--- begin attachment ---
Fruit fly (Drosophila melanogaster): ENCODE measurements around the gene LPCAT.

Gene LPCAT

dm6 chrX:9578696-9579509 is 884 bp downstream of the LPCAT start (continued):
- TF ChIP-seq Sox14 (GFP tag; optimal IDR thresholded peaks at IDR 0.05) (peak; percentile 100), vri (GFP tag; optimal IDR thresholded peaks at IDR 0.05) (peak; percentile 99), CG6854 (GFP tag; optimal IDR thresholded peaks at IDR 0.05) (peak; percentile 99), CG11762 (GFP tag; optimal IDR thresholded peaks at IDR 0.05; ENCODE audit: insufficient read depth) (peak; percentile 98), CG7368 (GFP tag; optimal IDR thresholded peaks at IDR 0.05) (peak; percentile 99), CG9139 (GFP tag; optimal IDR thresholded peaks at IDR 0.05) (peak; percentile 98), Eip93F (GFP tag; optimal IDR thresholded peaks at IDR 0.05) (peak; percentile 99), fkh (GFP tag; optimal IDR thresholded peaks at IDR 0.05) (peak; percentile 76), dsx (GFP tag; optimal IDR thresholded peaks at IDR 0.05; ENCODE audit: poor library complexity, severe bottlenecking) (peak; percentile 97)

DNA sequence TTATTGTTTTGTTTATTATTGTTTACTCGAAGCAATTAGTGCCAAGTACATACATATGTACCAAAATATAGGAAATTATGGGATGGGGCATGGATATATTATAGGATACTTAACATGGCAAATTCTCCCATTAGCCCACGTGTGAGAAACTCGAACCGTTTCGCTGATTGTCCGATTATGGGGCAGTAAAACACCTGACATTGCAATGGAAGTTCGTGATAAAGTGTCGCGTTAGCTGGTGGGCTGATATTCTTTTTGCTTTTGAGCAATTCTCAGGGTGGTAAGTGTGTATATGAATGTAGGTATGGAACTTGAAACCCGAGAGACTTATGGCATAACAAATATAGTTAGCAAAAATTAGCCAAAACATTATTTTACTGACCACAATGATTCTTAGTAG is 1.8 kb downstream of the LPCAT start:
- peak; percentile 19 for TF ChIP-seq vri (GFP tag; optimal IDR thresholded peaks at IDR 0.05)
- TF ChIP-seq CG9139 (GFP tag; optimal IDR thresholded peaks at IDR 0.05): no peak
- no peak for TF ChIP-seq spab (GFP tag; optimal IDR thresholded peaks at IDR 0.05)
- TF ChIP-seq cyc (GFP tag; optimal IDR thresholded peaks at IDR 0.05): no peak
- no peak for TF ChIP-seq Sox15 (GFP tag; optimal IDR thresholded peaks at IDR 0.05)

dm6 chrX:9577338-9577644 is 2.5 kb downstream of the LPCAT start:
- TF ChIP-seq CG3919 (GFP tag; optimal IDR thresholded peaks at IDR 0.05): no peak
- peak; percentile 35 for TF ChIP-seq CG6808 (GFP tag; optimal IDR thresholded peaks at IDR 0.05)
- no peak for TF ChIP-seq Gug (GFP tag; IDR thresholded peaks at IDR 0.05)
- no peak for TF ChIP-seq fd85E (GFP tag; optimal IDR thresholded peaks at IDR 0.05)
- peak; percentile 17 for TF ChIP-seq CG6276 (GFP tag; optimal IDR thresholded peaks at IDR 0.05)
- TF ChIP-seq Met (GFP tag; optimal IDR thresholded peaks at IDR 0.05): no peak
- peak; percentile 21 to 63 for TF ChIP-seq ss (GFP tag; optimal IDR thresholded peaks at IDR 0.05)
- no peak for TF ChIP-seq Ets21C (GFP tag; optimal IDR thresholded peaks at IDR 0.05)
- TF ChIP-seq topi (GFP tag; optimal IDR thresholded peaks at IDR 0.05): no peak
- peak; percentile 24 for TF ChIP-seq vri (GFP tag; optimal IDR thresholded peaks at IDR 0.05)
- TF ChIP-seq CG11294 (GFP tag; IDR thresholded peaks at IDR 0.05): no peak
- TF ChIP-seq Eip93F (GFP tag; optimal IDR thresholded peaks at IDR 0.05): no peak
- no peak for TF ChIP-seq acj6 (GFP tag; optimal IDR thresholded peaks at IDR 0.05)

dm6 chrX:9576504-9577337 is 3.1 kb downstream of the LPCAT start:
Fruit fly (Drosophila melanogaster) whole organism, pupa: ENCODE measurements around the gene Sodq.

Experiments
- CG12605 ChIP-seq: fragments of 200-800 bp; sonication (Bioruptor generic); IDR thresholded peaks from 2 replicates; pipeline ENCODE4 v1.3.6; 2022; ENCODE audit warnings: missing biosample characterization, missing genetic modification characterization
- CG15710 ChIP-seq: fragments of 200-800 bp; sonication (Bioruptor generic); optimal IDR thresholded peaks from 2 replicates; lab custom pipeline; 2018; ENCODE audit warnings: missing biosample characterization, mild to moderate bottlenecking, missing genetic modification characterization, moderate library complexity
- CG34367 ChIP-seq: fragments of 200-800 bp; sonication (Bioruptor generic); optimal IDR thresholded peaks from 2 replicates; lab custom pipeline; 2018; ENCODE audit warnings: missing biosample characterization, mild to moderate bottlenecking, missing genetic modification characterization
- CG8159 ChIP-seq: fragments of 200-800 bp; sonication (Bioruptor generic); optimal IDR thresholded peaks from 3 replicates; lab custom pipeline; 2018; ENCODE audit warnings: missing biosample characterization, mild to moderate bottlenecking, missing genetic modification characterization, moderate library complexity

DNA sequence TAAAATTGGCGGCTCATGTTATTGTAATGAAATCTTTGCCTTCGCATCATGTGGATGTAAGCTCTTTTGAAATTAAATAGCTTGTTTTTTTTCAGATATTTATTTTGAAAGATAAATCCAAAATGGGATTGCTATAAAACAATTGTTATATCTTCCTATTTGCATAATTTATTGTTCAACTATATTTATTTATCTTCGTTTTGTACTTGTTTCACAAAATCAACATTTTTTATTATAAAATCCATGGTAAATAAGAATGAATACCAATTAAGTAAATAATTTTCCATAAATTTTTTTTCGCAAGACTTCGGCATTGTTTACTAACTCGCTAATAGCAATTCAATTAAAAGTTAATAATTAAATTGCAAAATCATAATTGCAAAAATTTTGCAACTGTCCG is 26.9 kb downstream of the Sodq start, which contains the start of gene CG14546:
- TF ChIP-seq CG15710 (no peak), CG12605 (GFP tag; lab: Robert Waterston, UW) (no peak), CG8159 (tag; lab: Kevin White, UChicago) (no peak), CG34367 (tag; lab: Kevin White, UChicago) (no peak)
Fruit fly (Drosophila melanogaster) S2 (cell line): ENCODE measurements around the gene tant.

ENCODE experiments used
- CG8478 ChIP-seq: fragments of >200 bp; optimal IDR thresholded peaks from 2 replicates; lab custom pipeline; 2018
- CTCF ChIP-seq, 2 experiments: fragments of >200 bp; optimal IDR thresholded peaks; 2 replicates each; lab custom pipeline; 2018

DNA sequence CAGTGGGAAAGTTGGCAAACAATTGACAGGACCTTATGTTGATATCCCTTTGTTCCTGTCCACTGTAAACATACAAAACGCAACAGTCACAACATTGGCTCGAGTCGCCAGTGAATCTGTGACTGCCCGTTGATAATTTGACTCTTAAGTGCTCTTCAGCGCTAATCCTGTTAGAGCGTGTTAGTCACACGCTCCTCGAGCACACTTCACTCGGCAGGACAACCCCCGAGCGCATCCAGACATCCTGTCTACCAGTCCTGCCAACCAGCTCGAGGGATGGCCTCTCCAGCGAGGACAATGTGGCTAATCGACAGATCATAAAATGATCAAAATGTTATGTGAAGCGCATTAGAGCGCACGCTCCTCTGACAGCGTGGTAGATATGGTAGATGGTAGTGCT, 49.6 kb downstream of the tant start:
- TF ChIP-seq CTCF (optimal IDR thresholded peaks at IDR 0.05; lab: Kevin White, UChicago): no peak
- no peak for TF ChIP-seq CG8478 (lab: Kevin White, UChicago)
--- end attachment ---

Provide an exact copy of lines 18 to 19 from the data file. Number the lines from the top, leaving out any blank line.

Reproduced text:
- peak; percentile 21 to 63 for TF ChIP-seq ss (GFP tag; optimal IDR thresholded peaks at IDR 0.05)
- no peak for TF ChIP-seq Ets21C (GFP tag; optimal IDR thresholded peaks at IDR 0.05)